I would like to purchase a camera and mount, what is the current price and availability?

If they are available I would like a 3/8" shaft diameter.

This is really a neat idea, thanks for makiing up the mounts.

John Guenther
'Ye Olde Pen Maker'
Sterling, Virginia
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zarzul
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« Reply #25 on: October 16, 2007, 08:13:10 AM »

John,

I got the cameras today,  will get your made up and email you with the details.

Arnie
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penmaker1
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« Reply #26 on: October 17, 2007, 08:53:48 PM »

Arnie,

Thanks, I look forward to getting the camera.

John Guenther
'Ye Olde Pen Maker'
Sterling, Virginia
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penmaker1
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« Reply #27 on: October 23, 2007, 08:17:46 PM »

I got my camera today from Arnie, this this is really nicely done.  Arnie does beautiful work.

I just installed the software that came with it, and then started up Mach3, 2.56 and all is well.

I have more work to do on getting everything centered and properly adjusted but the camera works very well, Now to learn how to use it to my best advantage on my CNC 7x14 mini lathe.

Thanks Arnie and all who have worked on the video window software.

John Guenther
'Ye Olde Pen Maker'
Sterling, Virginia
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DavidCousins
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« Reply #28 on: January 03, 2008, 12:59:33 PM »

Arnie,
This thread obviously needs a bump.  Smiley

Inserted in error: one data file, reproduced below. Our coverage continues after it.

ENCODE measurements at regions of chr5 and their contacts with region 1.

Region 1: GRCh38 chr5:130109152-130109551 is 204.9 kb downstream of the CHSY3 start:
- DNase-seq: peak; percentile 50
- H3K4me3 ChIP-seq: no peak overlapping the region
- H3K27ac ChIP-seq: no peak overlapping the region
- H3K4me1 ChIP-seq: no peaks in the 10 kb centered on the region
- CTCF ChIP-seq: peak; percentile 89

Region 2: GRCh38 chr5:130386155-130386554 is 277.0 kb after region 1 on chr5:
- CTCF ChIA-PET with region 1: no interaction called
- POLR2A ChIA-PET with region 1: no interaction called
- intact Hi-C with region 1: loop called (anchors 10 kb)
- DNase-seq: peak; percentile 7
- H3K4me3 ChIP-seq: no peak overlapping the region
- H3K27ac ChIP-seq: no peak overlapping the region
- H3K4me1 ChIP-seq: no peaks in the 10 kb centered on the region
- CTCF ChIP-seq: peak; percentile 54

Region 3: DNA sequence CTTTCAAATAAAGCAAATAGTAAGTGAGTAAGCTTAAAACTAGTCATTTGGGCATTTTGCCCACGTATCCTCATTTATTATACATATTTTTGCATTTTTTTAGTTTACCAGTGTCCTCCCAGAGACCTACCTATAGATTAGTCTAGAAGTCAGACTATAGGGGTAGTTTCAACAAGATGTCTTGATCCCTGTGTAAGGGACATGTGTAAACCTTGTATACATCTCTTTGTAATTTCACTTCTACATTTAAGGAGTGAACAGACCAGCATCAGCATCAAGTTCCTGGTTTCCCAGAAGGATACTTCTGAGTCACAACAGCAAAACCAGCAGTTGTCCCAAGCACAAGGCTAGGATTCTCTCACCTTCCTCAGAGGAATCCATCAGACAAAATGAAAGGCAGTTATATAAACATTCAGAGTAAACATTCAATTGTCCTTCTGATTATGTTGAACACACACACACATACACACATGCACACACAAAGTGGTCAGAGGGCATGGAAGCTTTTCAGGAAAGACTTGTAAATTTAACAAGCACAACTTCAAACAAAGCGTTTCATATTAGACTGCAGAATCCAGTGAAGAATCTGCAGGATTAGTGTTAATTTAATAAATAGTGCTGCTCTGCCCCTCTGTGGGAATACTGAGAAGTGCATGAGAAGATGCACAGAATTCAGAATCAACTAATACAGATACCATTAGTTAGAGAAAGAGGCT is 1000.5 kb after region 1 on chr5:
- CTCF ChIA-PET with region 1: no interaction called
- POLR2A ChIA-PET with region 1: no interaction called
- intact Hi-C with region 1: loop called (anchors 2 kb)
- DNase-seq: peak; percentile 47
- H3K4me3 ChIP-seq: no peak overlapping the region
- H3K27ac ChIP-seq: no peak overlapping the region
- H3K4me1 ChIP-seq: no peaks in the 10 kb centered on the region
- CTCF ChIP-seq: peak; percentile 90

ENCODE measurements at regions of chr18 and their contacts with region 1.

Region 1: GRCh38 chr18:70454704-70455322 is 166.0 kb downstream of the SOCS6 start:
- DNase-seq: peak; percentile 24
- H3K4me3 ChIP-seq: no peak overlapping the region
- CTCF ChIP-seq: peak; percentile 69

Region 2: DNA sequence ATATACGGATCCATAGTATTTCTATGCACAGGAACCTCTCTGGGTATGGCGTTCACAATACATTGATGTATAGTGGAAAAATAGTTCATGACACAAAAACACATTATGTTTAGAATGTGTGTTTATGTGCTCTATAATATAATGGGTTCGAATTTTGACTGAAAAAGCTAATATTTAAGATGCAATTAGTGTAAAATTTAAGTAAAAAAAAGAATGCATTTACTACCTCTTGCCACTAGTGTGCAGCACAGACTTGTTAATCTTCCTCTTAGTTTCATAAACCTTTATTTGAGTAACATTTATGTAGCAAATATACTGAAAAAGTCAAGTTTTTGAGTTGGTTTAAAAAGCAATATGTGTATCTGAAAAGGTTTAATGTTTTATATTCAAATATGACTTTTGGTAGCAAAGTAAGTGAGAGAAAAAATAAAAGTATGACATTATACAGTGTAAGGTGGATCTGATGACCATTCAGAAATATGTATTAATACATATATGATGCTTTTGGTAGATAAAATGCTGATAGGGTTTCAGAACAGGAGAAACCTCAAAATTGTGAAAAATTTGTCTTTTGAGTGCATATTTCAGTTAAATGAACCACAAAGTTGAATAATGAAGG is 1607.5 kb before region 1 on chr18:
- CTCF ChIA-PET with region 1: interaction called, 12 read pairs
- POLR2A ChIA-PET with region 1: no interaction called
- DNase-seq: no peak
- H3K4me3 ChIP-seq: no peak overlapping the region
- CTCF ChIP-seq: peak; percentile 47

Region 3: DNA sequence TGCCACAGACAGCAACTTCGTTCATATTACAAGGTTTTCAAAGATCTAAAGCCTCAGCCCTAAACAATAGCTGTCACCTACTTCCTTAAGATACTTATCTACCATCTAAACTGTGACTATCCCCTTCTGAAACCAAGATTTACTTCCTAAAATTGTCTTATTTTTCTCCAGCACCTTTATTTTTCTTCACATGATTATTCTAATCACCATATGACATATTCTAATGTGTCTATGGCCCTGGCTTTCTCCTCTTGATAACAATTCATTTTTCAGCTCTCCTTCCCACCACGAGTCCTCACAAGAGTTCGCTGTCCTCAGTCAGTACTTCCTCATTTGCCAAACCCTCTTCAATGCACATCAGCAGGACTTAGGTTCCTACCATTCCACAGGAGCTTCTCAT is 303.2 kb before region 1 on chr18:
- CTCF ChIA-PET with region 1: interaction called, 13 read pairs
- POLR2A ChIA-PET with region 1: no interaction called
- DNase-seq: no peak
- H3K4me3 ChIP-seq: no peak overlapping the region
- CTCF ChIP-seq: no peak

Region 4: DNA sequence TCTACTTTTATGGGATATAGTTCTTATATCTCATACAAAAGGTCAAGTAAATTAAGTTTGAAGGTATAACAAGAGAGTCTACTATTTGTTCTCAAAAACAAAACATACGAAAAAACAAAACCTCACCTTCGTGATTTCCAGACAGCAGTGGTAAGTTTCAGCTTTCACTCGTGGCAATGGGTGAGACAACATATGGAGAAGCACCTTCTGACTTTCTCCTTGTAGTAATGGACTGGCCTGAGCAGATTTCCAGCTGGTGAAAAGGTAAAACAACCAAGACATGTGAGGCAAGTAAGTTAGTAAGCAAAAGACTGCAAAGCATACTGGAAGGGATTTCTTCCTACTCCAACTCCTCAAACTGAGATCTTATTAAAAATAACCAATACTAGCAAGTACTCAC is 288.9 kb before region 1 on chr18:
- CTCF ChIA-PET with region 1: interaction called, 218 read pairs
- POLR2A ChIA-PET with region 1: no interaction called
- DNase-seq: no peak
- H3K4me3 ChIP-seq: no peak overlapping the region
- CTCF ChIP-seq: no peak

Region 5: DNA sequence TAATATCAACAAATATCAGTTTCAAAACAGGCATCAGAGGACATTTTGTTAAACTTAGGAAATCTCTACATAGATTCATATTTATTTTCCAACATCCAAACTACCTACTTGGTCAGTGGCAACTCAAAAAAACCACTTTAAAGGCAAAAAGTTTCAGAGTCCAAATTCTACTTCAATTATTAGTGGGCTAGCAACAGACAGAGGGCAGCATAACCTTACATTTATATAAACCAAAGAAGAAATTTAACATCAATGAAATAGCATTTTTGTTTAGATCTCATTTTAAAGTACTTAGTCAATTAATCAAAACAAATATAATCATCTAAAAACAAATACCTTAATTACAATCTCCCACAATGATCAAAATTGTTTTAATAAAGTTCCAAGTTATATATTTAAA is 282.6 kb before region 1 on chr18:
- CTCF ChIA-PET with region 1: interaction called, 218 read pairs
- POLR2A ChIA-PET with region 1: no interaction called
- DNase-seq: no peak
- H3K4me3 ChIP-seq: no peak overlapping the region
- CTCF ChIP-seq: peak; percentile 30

Can you tell me more about your product?   Sort of a "optical centering - for dummies"  approach to your product?

Is the software driver written by you? 
Do you mount the camera right on your spindle? 
Or can I mount the camera on my Z gantry permanently?
Do you have a video? 
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zarzul
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« Reply #29 on: January 03, 2008, 07:16:29 PM »

David,

Thanks for the bump. 

No the driver is the camera manufacturer's product.    It does mount directly in the spindle, but some folks have been experimenting with mounting them permanently to the side of the spindle  then applying an offset to zero their tool.    If I had a bigger table I would do it that way, but I am using mine on a mini-mill and by the time I get it off to the side I am about out of table.  I am building a large router bed 5' x 4.5' and I will certainly mount one on it. 

These have been very successful and all of my customers have reported good results with them. 

Well, almost all, there is one unfortunate one that accidently turned on his spindle when it was chucked up.

I have written an article on how to make these yourself, it will be featured in the next issue of Digital Machinist Magazine,  it is supposed to be in the Winter Issue but I am
not sure when that comes out.  The article details how to build, align and use these.  I know it is kinda of self defeating to teach people how to make something I am making and selling but I am not doing it just for profit.

I the older I get the harder it is for me to see to the precision I would like to machine to.  This camera is helping me and quite a few others with that.

Thanks Arnie